Gary Leff is one of the foremost experts in the field of miles, points, and frequent business travel - a topic he has covered since 2002. Co-founder of frequent flyer community InsideFlyer.com, emcee of the Freddie Awards, and named one of the "World's Top Travel Experts" by Conde' Nast Traveler (2010-Present) Gary has been a guest on most major news media, profiled in several top print publications, and published broadly on the topic of consumer loyalty. More About Gary »

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  1. You know I really love this bird, have flown several carriers of course EK being my favorite with AF being second, BA a distant last place, but then it’s BA.

    Back to point its all about scale of economy and while AB jumped ahead when the 380 came on, Boeing as usual trumped with the 787 which is a great piece of metal. what I see as a disturbing trend is the comfort and quality of the Biz/FC sections which is where the ME3 play in. I just returned from a quick trip to LHR/AMS all BA First over and Biz return 787-9 we found the Biz to be a better overall experience. But like any BA flight it’s hit or miss on service.

  2. A beautiful, quiet, roomy plane. Best one I’ve flown and I’ve flown on most of the commercial jet aircraft types since the 707. If the 380 ends that leaves both AB and Boeing with 3 aircraft family offerings: 320-330-350 vs. 737-777-787. The 747-8i order book pretty much only has freighters left to be built with no new pax orders in years. And 2018 could herald the announcement of the 797. The next great re-leap will be to offer a new supersonic aircraft. Since the demise of Concorde aviation took a step back, it’s time for it to go forward again. The Europeans have the ability to beat Boeing on that front given Concorde and given the multi-national Airbus makeup to finance it. It will be more than the 11bn spent on the A380, double, at least. But with Boeing’s stock at stratospheric highs it could easily raise 20 to 30 billion as well.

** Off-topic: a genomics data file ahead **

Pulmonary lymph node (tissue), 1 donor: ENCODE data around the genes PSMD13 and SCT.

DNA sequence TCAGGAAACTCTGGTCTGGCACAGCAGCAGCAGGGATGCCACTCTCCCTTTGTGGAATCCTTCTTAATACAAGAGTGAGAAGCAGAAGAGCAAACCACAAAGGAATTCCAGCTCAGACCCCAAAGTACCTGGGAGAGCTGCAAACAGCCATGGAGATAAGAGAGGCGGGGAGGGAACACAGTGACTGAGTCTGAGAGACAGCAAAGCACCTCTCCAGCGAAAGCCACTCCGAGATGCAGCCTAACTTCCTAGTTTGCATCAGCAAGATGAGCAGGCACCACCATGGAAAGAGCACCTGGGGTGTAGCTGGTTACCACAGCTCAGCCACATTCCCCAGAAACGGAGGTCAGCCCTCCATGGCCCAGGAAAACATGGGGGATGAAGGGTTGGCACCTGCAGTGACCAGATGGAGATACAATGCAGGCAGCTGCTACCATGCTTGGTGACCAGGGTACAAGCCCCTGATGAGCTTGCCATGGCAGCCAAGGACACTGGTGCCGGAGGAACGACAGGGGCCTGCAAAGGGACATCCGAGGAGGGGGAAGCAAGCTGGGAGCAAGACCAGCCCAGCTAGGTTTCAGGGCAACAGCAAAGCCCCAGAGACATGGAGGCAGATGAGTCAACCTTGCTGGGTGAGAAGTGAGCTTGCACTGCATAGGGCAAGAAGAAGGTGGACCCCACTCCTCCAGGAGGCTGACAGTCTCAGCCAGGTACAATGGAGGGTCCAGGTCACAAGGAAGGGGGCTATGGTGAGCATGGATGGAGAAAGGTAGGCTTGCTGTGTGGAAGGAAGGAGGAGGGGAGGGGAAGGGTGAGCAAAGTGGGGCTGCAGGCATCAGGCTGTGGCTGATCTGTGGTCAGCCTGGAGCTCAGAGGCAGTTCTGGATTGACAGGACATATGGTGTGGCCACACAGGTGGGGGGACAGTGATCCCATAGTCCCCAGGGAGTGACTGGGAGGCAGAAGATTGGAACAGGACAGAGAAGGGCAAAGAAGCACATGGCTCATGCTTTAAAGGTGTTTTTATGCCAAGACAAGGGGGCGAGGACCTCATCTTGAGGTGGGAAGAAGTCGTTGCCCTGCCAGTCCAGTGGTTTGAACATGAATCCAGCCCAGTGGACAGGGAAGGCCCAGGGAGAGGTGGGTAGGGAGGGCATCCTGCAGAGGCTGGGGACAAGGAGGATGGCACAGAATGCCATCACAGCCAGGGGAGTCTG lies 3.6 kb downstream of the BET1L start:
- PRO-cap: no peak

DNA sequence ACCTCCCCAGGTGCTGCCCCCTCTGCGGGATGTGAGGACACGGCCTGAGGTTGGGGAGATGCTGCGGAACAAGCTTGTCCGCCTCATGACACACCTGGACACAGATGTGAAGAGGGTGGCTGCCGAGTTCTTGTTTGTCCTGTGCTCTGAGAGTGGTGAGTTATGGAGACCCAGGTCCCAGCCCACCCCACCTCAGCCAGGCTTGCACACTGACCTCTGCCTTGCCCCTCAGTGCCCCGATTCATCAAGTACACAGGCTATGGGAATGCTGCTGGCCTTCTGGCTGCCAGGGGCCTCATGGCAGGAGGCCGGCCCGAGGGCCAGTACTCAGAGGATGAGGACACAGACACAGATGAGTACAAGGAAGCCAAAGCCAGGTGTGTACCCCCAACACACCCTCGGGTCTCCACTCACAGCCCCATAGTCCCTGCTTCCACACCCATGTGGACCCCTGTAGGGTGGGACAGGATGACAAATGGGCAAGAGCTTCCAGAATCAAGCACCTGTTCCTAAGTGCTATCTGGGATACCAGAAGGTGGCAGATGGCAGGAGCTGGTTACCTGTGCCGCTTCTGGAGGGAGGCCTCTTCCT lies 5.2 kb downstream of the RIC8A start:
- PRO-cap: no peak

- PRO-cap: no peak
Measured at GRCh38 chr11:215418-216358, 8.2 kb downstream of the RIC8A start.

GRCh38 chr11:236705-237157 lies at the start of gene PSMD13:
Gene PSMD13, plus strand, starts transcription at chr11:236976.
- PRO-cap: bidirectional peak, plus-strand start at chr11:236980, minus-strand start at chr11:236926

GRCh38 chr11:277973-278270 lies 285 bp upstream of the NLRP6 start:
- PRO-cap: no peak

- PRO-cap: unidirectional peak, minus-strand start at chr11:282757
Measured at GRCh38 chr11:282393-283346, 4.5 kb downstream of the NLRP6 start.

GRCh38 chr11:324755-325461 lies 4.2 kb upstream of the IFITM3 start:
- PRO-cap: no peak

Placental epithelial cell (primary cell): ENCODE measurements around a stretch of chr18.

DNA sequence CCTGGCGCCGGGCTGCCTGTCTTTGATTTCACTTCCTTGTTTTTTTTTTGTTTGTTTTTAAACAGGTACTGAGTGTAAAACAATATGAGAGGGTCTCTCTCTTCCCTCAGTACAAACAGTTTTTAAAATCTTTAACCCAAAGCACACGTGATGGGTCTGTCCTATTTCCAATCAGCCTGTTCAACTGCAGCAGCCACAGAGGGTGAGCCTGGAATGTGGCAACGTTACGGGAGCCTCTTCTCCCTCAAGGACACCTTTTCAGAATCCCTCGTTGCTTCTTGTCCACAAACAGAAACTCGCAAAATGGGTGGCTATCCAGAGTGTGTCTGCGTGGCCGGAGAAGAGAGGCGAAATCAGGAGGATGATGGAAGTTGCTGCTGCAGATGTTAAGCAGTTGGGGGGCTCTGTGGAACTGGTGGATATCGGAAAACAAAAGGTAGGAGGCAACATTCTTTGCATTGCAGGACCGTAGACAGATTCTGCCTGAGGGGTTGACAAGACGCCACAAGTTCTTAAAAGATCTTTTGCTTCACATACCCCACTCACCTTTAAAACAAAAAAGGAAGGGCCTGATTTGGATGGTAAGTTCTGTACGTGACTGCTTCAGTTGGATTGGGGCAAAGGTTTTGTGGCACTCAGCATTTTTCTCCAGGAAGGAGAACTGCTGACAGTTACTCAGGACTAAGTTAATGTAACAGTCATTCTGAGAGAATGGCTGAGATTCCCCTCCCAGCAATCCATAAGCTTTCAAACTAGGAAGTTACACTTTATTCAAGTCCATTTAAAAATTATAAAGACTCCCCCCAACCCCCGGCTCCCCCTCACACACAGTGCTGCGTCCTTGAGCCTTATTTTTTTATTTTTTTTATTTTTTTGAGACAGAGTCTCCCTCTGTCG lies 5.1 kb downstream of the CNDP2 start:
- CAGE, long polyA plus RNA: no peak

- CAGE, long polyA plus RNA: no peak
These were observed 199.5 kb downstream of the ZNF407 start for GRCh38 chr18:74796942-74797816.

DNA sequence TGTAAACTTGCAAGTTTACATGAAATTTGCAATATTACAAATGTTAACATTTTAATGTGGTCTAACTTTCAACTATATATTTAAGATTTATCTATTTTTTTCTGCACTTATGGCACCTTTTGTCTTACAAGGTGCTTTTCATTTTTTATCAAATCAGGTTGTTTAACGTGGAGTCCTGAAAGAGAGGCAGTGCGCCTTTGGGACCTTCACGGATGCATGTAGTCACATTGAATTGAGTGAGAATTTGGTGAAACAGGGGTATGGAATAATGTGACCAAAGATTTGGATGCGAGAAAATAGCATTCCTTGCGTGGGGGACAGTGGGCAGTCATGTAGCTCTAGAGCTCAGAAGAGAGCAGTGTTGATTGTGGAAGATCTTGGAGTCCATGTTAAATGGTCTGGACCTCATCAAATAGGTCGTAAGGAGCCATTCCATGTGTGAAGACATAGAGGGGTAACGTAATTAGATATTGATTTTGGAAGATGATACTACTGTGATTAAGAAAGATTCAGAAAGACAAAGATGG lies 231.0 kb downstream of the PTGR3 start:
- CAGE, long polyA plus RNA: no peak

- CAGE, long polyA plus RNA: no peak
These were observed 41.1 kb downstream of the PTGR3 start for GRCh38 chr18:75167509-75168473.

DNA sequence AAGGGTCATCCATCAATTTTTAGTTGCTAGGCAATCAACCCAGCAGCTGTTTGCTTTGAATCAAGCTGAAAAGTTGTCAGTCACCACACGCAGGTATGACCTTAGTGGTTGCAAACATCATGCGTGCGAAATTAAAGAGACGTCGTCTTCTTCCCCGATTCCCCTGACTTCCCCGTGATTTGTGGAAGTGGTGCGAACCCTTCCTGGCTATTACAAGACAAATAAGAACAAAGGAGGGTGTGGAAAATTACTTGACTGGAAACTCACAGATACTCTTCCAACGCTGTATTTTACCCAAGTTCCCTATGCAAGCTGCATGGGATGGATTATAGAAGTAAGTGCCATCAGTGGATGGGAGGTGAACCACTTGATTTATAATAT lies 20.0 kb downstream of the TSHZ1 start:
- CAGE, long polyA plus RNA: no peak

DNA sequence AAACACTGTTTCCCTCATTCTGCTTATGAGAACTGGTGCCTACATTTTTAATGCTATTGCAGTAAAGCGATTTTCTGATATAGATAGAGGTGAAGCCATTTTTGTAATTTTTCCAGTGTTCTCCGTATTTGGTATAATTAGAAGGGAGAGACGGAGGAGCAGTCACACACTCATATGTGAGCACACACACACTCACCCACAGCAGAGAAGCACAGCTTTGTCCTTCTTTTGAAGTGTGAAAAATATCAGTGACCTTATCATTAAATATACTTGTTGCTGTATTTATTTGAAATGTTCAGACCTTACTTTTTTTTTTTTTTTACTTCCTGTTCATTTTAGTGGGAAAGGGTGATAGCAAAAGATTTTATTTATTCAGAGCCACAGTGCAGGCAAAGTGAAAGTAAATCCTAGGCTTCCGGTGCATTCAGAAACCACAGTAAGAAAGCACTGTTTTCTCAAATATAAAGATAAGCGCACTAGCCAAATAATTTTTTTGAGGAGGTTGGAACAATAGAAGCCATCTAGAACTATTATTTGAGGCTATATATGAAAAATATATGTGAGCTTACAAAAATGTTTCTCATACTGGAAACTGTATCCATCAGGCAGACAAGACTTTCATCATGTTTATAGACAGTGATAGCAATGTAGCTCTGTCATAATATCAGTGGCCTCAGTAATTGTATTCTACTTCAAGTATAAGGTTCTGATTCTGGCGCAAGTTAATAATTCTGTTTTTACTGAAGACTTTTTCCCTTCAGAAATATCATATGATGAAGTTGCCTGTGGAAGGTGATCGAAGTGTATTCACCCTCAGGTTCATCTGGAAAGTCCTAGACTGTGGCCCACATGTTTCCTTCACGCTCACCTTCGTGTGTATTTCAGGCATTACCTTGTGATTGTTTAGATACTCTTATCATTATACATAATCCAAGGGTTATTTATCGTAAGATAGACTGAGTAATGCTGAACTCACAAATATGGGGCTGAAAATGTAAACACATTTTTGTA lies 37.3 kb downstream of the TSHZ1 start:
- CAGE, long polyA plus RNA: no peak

3. Good riddance to a pig ugly plane, which never should have gotten off the ground. Yes, its large. Yes, its awesome that something that big can get off the ground. However, as much as I can avoid that beast, the happier I am.

  4. Sad to see the the demise of the 380. It’s so quite and roomy, I love flying the 380 and will change my flights just to get on it.

  5. European pride and the network of cross Euro subsidies has kept it alive and will keep it alive much longer than the market possibly would on its own. I fully expect Emirates to carve out a sweetheart deal that will keep the anemic line open.

  6. A380 is critical to Airbus, Emirates can limp along and piece together planes to keep them flying until they can be scrapped. But Airbus needs this line to live a little longer, shareholders will be much more cautious of future big bet projects if the A380 ends badly in the red.

  7. It would be a shame if this is the case, as its the ultimate jumbo plane out there in terms of passenger comfort and its not about looks (like you gotta be kidding?) and far superior to crappy Boeing planes. Hopefully when fuel prices rise (and they will) these larger planes would make more sense then point to point flights.